Express News Service
Artists, curators, viewers, and other members of the art community—both from India and across the world—flocked to attend South Asia’s leading art festival, India Art Fair (IAF) 2022, which returned after two years due to a COVID-induced hiatus, at the NSIC Grounds, Okhla, on Thursday. Organised in partnership with BMW India, 77 exhibitors from 16 cities, including 14 non-profit institutions, will be part of this event. Along with thousands of artworks on display, the space will also feature large-scale installations, workshops, and several talks and book launches, thus offering a platform to a number of artists. “This year, what we have tried to do is focus on building the future. There are a lot of digital initiatives; along with that we are trying to highlight young artists who have not had the opportunity to exhibit for the last two years. We have also been working with an unprecedented number of non-profits this year, almost 14. So, we have really tried to do the largest possible cross-section of art after two years,” shared Jaya Asokan, fair director, IAF. `
Changing the game with NFTs
This year, the Fair has broadened the conversation by carving out space for NFT artists and their artworks. Nehru Place-based Terrain.Art, which is a blockchain-powered online platform, is exhibiting ‘Memorising pf-nh’. This NFT presentation features works by seven artists, each of whom has tried to blur divides between “the digital and the physical, natural and synthetic, human and cyborg”. ‘Meeting Point’ is a set of five NFTs by Pakistani artist Muzzumil Ruheel. On scanning Ruheel’s works, the viewer is transported into an eerie landscape where they can interact with all “that silently inhabits this space”. Each NFT has been inspired from an everyday word, prompting the audiences to “look around and see the unseen”.
Art, tech, and everything in between
Bengaluru-based BeFantastic—the platform incorporates Tech-Art practices—has created a series of engaging installations by employing Artificial Intelligence and Machine Learning. Of the many art projects on display here, ‘Whale tales’ uses AI-generated imagery to interactively present stories about the role whales play in controlling climate change. Other works include ‘Radbots’, a collection of videobots through which one can have a conversation, and ‘Between. Today’, a digital immersive installation through which one can take a selfie with the late Dutch painter Van Gogh. Similarly, Delhi-based architects Kanchan Joneja and Sukriti Thukral along with software engineer Mayank Joneja have created ‘Suno’, a new media installation that explores the intersections of storytelling and sound. Their project allows the viewer to engage both “sensorially and symbolically”.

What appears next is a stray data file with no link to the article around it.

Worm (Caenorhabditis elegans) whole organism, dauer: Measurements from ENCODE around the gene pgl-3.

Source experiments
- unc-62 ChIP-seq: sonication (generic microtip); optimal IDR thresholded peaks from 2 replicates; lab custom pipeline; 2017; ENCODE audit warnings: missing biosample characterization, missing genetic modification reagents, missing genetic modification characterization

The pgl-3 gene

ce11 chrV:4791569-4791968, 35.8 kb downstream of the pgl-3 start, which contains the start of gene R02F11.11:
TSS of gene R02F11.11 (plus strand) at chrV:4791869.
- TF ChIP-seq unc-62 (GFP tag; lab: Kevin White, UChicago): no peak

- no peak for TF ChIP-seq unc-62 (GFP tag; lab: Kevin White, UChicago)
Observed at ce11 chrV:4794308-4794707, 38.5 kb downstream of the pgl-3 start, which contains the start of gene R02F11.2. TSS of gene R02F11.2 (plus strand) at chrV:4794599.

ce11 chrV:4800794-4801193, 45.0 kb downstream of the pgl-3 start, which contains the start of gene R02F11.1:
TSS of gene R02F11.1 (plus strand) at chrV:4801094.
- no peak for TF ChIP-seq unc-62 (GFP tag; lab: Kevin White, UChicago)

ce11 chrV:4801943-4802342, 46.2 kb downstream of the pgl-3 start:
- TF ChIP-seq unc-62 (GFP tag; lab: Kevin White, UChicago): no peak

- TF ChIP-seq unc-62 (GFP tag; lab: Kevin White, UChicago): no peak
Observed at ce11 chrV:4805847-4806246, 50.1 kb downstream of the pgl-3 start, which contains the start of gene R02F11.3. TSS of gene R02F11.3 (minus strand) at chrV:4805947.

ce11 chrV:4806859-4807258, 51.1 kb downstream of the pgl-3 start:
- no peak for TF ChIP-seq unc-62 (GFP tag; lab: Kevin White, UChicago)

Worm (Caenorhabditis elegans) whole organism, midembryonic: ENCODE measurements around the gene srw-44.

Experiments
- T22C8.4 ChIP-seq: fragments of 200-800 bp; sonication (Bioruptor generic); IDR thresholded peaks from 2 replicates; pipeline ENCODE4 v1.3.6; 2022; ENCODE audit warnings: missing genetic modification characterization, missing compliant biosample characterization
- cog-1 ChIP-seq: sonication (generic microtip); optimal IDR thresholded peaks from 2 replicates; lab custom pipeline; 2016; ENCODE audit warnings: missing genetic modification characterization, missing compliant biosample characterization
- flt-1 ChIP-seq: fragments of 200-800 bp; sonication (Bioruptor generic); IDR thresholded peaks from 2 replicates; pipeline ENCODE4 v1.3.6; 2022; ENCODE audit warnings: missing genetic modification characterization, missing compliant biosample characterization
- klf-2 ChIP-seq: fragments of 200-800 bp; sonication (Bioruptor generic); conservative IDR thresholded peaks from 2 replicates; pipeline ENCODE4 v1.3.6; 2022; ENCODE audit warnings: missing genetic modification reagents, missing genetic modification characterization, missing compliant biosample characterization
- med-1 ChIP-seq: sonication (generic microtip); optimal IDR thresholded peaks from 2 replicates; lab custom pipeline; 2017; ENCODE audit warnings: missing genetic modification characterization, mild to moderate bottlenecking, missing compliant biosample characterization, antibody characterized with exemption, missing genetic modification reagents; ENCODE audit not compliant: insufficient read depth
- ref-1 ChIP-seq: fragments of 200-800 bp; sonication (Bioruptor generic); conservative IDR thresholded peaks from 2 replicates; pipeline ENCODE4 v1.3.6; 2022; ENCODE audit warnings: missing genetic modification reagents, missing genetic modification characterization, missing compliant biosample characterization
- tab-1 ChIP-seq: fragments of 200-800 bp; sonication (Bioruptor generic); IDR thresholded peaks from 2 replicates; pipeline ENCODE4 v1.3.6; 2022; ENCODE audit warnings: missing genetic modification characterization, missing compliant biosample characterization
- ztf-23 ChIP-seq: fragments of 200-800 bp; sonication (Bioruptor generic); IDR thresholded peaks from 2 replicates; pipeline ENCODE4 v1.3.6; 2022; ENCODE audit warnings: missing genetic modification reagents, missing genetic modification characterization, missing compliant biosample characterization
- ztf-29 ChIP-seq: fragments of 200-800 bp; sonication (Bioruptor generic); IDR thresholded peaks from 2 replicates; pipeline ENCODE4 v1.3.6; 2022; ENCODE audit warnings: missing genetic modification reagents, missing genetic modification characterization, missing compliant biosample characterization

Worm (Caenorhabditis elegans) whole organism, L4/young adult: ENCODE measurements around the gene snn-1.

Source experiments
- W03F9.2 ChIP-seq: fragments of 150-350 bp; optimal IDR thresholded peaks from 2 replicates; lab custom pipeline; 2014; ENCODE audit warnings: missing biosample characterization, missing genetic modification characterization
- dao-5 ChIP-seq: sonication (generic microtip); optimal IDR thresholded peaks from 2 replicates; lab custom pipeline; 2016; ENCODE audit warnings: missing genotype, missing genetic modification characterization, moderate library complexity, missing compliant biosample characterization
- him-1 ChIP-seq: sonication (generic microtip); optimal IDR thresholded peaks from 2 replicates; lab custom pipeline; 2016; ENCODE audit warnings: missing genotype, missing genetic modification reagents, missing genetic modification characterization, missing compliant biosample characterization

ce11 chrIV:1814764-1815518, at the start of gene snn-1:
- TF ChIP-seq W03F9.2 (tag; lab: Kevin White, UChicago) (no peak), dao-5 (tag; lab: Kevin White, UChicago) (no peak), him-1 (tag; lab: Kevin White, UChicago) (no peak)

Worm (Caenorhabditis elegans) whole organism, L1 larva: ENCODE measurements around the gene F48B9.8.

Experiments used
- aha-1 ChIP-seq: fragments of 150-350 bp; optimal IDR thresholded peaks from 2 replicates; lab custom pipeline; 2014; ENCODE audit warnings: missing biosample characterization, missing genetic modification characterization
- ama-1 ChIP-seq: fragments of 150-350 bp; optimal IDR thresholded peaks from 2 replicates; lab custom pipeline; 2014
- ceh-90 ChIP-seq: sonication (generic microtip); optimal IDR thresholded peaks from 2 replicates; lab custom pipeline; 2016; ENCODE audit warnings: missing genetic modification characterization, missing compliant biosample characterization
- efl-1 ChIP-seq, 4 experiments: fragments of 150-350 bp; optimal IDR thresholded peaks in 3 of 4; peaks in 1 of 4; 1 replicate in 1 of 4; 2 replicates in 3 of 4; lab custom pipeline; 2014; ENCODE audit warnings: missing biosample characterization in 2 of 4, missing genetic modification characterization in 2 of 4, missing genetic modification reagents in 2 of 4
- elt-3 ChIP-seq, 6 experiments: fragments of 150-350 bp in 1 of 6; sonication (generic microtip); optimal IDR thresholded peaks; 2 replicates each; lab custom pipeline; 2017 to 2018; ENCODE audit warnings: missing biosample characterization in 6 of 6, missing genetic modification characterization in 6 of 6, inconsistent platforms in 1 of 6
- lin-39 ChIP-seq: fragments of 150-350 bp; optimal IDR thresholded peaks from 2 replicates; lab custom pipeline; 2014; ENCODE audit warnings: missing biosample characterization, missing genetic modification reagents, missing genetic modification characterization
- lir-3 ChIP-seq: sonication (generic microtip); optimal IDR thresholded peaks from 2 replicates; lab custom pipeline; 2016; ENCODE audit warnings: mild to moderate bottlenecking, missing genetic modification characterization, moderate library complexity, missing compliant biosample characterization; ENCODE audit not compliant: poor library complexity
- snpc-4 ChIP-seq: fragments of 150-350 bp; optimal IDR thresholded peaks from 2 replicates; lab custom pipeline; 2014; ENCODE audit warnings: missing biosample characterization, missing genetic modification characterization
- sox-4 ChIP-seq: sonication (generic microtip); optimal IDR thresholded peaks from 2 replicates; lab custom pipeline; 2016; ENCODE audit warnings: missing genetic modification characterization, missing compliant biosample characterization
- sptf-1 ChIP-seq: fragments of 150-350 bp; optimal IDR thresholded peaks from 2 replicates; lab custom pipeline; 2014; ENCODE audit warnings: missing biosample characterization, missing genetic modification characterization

Emerging names get a seat at the table
When you enter the premises where IAF is being hosted, you will notice a white tent-like structure with phrases in several languages printed on the façade in yellow, green, and red. “We Bloom in Community”, it reads. Designed by 25-year-old Anushka Mahapatra, this aspect of the structure is crafted in celebration of the joys of life. Like Mahapatra, there are other emerging artists exhibiting their works here. The list includes Ghana Shyam Latua (28)—he is currently a student at Santiniketan, West Bengal—who is exhibiting his series ‘Khoai’; Mehrauli-based artist Purvai Rai with her series titled ‘Founding Roots’, Divya Singh presenting ‘Notes for Tomorrow’; among others.
Creativity in ‘the new normal’
What brings a number of artists together at IAF 2022 is how they have responded to the pandemic through their artworks. Delhi-based visual artist Vipeksha Gupta’s ‘the Fold Series’ was painted by her during the second wave of COVID-19. The work explores how pain is crucial in one’s life to grow. Origami artist Ankon Mitra (40) from Chhatarpur realised the importance of nature when he was recovering from the virus last year. His piece ‘In the Forest of Mind’ showcases intricate paper works that showcase various aspects of nature.
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